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story.lead_photo.caption Wal-Mart Stores Inc. trucks take to the road near the company’s Bentonville distribution center in this file photo. - Photo by Bob Coleman

Faced with a protracted trucker shortage, Walmart Inc. said Monday it plans to double its spending by the end of the year to recruit and retain drivers for its 6,500-truck private fleet.

The Bentonville-based retailer is using a three-pronged approach in an effort to bolster its fleet, which is among the nation's largest. Walmart will offer referral bonuses of up to $1,500; speed up the hiring process at some locations across the country; and launch a marketing campaign with billboards and TV ads that include nontraditional drivers.

The ads began airing Monday, in conjunction with the start of National Truck Driver Appreciation Week.

Walmart spokesman Michelle Malashock said the retailer's openings for truck drivers currently number in the hundreds. Its turnover rate at slightly over 7 percent is well below the 90 percent national average for long-haul truckers reported by the American Trucking Associations. Still, Malashock said, the average age of a Walmart driver is 55, and many are choosing to retire.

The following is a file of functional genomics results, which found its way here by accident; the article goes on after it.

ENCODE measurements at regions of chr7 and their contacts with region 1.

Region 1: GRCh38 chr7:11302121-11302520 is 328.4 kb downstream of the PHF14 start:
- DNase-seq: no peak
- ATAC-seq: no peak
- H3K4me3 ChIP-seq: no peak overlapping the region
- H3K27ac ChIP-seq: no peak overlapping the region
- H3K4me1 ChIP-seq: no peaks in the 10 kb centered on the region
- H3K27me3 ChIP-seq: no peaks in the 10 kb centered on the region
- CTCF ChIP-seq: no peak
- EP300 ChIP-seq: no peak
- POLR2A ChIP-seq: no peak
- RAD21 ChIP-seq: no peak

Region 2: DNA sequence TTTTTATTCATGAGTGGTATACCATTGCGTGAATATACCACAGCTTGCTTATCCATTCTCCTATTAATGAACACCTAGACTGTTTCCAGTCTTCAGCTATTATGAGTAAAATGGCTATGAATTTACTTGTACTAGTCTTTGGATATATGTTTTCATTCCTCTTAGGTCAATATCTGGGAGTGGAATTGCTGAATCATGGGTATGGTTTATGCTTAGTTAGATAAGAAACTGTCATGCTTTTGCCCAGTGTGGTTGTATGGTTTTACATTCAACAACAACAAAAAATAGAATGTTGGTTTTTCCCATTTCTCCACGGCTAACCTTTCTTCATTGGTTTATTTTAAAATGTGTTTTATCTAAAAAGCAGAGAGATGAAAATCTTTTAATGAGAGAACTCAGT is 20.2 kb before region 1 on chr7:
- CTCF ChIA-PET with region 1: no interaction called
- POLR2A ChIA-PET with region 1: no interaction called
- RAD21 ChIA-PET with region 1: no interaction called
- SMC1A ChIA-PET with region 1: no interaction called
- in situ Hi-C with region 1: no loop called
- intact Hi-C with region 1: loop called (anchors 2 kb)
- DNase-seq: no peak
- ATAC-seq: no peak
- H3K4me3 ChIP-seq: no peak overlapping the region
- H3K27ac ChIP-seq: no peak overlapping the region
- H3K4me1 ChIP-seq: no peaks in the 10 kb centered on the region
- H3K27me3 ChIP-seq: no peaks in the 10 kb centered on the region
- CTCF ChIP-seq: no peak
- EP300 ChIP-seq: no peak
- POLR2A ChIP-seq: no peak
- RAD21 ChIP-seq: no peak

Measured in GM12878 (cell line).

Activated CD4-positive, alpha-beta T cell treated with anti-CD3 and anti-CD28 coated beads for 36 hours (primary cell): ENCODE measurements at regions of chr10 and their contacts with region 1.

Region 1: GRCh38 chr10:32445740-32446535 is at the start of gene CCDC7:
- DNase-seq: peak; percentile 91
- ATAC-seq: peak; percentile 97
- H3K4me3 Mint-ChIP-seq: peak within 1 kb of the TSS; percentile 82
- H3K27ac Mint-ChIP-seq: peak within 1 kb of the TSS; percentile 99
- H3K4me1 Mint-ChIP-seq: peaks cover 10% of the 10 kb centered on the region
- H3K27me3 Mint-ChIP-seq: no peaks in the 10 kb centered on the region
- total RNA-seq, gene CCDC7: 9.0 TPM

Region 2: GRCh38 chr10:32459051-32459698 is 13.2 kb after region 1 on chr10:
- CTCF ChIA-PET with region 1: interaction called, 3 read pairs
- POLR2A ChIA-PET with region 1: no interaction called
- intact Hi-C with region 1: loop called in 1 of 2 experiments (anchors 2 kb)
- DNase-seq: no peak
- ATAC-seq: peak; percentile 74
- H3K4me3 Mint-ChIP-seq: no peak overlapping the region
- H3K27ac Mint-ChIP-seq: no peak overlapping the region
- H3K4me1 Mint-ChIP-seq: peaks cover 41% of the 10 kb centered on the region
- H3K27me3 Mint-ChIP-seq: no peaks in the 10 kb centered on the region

At the same time, she said, Walmart's business is booming and that means lots of freight to move to stores and warehouses.

"It's both those factors -- retirement and our business growth -- that are leading us to double down now" on recruitment and retention efforts, Malashock said.

Nationally, the American Trucking Associations expects total tonnage transported this year to reach nearly 16 billion tons. According to its most recent Freight Forecast, truck tonnage will grow 2.3 percent annually for the next five years and 2.2 percent annually in the five years after.

The trucking trade group said in a report that the industry has seen a driver shortage for the past 15 years. By the second quarter of this year, the shortage reached a record 296,311 drivers, according to FTR Transportation Intelligence research.

Finding experienced, qualified drivers is problematic for Walmart, which only hires those who have driven 30 months of the past 36 months, Malashock said. The hiring process, which can take up to 70 days, includes background checks, road tests, and checking with former employers.

Walmart has been testing an initiative to get that 70-day hiring process down to about 30, Malashock said. It was tested in Bentonville last month and in Indianapolis last week, and feedback has been very positive, she said.

"We're evaluating it right now," she said, "and will probably be rolling it out to more locations soon."

The average annual first-year pay for Walmart drivers is about $86,000, she said. There's also a quarterly safety incentive that can give drivers added days off and bonus pay.

The retailer does have a small group of third-party, or dedicated, drivers it uses year-round, and it beefs up the fleet with these extra drivers during peak seasonal times like Christmas, she said. Still, "we're 100 percent committed to our fleet," she said.

"Obviously they're a huge brand ambassador for us," Malashock said. "They're rolling down the highway every day. They really keep our business moving, and frankly keep the country moving.

Business on 09/11/2018

Print Headline: Walmart's trucker shortage severe

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